While standing outside the white kitchen tiled entrance to Fika London waiting for my companion, I began to get curious about the name. Was it a wild Swedish animal, or perhaps the name of the woman in that really annoying song about living on the second floor? Fika is actually a concept so central to Swedish culture I felt slightly ashamed for not knowing it. In the words of the almighty Google, “Fika is such an important part of life in Sweden that it is both a verb and a noun.” It means quite simply, having a break, usually with coffee and cake. Making it essentially a more highly caffeinated and realistic version of afternoon tea.
Fika the restaurant have taken this concept a little less literally, however. It has far more than just coffee and cake and is stuffed with all things Swedish, ranging from gravadlax and Swedish meatballs to impeccable interior design. There’s something incredibly fairy tale and rustic about the downstairs, and peaceful about the astroturfed, canopied roof terrace. It’s the type of house I imagine the author of the Moomin to live in on her tiny island in the middle of a lake.
My reason for swaddling myself in Swedish culture that night was, however, yet another concept I knew nothing about, the crayfish festival. Towards the end of every summer Sweden becomes one big crayfish genocide with parties devoted to the squat little river dwellers popping up all over the place. Apparently you can measure your popularity in Sweden purely on the number of crayfish parties you get invited to each year.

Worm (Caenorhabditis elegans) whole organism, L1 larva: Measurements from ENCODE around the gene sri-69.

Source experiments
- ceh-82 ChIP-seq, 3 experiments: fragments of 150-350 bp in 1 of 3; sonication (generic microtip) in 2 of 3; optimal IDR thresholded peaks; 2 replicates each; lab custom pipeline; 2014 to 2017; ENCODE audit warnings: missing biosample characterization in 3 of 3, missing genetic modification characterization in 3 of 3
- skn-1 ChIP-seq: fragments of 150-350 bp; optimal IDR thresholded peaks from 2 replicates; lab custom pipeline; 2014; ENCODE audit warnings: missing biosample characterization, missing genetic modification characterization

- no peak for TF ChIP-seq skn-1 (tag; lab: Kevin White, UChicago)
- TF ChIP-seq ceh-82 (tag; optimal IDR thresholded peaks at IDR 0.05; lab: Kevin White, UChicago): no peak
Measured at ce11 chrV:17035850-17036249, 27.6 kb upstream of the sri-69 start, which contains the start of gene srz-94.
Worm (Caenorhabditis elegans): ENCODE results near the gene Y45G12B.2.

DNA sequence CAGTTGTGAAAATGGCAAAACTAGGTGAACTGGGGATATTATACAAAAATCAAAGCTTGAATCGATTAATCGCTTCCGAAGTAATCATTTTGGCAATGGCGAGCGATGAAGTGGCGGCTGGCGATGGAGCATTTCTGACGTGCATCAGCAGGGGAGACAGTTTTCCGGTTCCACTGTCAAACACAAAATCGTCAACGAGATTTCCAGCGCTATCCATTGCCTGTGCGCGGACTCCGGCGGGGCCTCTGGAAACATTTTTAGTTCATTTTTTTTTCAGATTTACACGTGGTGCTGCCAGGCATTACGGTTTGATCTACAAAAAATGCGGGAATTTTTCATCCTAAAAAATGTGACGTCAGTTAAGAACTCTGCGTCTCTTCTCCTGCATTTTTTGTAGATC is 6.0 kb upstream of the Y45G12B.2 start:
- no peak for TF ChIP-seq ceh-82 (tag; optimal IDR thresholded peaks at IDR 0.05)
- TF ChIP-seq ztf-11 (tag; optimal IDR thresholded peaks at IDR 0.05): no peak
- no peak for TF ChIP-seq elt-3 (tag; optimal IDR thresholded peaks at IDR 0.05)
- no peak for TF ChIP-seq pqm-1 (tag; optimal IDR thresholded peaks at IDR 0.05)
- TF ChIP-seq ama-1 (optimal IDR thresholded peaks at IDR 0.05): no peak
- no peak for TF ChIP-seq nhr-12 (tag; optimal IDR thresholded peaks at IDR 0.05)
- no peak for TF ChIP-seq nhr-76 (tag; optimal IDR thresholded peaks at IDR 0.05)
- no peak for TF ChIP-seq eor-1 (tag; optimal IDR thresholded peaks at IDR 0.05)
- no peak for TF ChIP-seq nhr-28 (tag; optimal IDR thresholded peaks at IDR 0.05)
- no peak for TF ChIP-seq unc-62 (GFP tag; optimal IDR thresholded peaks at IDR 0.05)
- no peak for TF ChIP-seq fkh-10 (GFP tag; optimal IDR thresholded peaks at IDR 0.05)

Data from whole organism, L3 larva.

Fika are putting this festival on for most of the month of August and if it is anything like my experience, go. Don’t question, go. Our tasting evening included fresh gravadlax, smooth and rich chicken pate, jars of pickled herring and literally buckets full of striking red, dill soaked crayfish hanging with their claws over the side like they’d mistaken the pot for a Jacuzzi.
Evenings like this are hard to find in the overly-stuffed food halls of Brick Lane. The food, strange mix of alcohol and cacophonous atmosphere create a genuine festival feel, all while sitting less than twenty metres away from possibly the most annoying street in London. There was certainly a disorientating discombobulation of the senses that tricked my brain into a summer’s eve country mentality. The intense, delicious smell of dill overwhelming the roof terrace. The sweet lubrication of alcohol coming in all shapes and sizes: flutes of prosecco, shots of different flavoured snaps and bottles of ‘Ctrl Alt Delete’. The initially jarring, eventually raucous fun, Swedish songs shared between the tables. But most of all the copious amounts of crayfish, accompanied by all the cracks, squirts and flying heads expected when you set a bunch of rookies loose on that many hard-shelled devils.
Everything tasted unique and unbelievably fresh, even if my love for pickled herring wavered towards the end, but more importantly the whole evening felt unique. If you are looking for an experience that doesn’t come surrounded by inverted commas this summer I would seriously recommend it. It is only on until 20th August though, so get your tickets now.
161 Brick Lane
Tel: 020 7613 2013